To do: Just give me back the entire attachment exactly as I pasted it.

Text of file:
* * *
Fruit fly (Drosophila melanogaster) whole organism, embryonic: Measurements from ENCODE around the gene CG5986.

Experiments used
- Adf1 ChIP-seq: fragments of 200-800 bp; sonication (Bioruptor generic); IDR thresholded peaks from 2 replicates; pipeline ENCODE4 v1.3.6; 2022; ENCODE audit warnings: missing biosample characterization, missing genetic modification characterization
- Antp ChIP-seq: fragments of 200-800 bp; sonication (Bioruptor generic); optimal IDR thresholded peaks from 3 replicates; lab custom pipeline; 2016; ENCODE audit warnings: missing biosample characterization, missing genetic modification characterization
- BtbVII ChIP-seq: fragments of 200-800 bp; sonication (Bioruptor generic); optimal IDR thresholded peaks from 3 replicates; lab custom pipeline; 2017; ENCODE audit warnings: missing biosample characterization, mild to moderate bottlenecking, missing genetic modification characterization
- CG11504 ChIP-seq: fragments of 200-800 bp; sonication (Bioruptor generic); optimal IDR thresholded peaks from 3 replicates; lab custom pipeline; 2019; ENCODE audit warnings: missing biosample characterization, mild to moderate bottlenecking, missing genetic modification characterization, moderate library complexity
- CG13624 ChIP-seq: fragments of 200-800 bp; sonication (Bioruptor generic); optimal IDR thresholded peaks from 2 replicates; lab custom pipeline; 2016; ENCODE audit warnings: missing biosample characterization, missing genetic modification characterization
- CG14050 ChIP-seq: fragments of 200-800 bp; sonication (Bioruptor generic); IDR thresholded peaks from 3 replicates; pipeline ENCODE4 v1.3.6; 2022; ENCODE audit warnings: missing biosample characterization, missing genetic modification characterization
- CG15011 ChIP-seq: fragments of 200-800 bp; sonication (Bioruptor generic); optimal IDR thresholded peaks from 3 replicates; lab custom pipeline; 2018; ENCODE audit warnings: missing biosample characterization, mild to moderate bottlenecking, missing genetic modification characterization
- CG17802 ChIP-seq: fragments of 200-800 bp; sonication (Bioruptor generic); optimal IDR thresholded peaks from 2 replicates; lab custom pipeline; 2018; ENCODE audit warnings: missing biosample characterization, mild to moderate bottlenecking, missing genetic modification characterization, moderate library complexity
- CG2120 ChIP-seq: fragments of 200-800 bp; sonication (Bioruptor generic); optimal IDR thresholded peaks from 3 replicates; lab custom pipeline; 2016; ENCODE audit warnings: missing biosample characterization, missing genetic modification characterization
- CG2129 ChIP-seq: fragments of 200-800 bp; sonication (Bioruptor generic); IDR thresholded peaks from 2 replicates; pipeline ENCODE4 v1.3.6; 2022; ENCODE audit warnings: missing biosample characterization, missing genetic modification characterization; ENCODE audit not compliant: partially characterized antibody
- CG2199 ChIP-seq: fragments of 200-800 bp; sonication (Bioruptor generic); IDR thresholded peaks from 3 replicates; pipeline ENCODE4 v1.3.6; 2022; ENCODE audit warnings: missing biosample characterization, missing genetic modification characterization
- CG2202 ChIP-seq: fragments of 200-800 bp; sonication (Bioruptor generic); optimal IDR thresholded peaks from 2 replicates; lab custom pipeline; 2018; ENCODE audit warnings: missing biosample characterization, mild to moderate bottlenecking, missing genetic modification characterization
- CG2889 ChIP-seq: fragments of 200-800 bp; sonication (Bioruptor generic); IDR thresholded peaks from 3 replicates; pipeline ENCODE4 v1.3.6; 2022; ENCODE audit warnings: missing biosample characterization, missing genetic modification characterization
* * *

Fruit fly (Drosophila melanogaster) whole organism, embryonic: Measurements from ENCODE around the gene CG5986.

Experiments used
- Adf1 ChIP-seq: fragments of 200-800 bp; sonication (Bioruptor generic); IDR thresholded peaks from 2 replicates; pipeline ENCODE4 v1.3.6; 2022; ENCODE audit warnings: missing biosample characterization, missing genetic modification characterization
- Antp ChIP-seq: fragments of 200-800 bp; sonication (Bioruptor generic); optimal IDR thresholded peaks from 3 replicates; lab custom pipeline; 2016; ENCODE audit warnings: missing biosample characterization, missing genetic modification characterization
- BtbVII ChIP-seq: fragments of 200-800 bp; sonication (Bioruptor generic); optimal IDR thresholded peaks from 3 replicates; lab custom pipeline; 2017; ENCODE audit warnings: missing biosample characterization, mild to moderate bottlenecking, missing genetic modification characterization
- CG11504 ChIP-seq: fragments of 200-800 bp; sonication (Bioruptor generic); optimal IDR thresholded peaks from 3 replicates; lab custom pipeline; 2019; ENCODE audit warnings: missing biosample characterization, mild to moderate bottlenecking, missing genetic modification characterization, moderate library complexity
- CG13624 ChIP-seq: fragments of 200-800 bp; sonication (Bioruptor generic); optimal IDR thresholded peaks from 2 replicates; lab custom pipeline; 2016; ENCODE audit warnings: missing biosample characterization, missing genetic modification characterization
- CG14050 ChIP-seq: fragments of 200-800 bp; sonication (Bioruptor generic); IDR thresholded peaks from 3 replicates; pipeline ENCODE4 v1.3.6; 2022; ENCODE audit warnings: missing biosample characterization, missing genetic modification characterization
- CG15011 ChIP-seq: fragments of 200-800 bp; sonication (Bioruptor generic); optimal IDR thresholded peaks from 3 replicates; lab custom pipeline; 2018; ENCODE audit warnings: missing biosample characterization, mild to moderate bottlenecking, missing genetic modification characterization
- CG17802 ChIP-seq: fragments of 200-800 bp; sonication (Bioruptor generic); optimal IDR thresholded peaks from 2 replicates; lab custom pipeline; 2018; ENCODE audit warnings: missing biosample characterization, mild to moderate bottlenecking, missing genetic modification characterization, moderate library complexity
- CG2120 ChIP-seq: fragments of 200-800 bp; sonication (Bioruptor generic); optimal IDR thresholded peaks from 3 replicates; lab custom pipeline; 2016; ENCODE audit warnings: missing biosample characterization, missing genetic modification characterization
- CG2129 ChIP-seq: fragments of 200-800 bp; sonication (Bioruptor generic); IDR thresholded peaks from 2 replicates; pipeline ENCODE4 v1.3.6; 2022; ENCODE audit warnings: missing biosample characterization, missing genetic modification characterization; ENCODE audit not compliant: partially characterized antibody
- CG2199 ChIP-seq: fragments of 200-800 bp; sonication (Bioruptor generic); IDR thresholded peaks from 3 replicates; pipeline ENCODE4 v1.3.6; 2022; ENCODE audit warnings: missing biosample characterization, missing genetic modification characterization
- CG2202 ChIP-seq: fragments of 200-800 bp; sonication (Bioruptor generic); optimal IDR thresholded peaks from 2 replicates; lab custom pipeline; 2018; ENCODE audit warnings: missing biosample characterization, mild to moderate bottlenecking, missing genetic modification characterization
- CG2889 ChIP-seq: fragments of 200-800 bp; sonication (Bioruptor generic); IDR thresholded peaks from 3 replicates; pipeline ENCODE4 v1.3.6; 2022; ENCODE audit warnings: missing biosample characterization, missing genetic modification characterization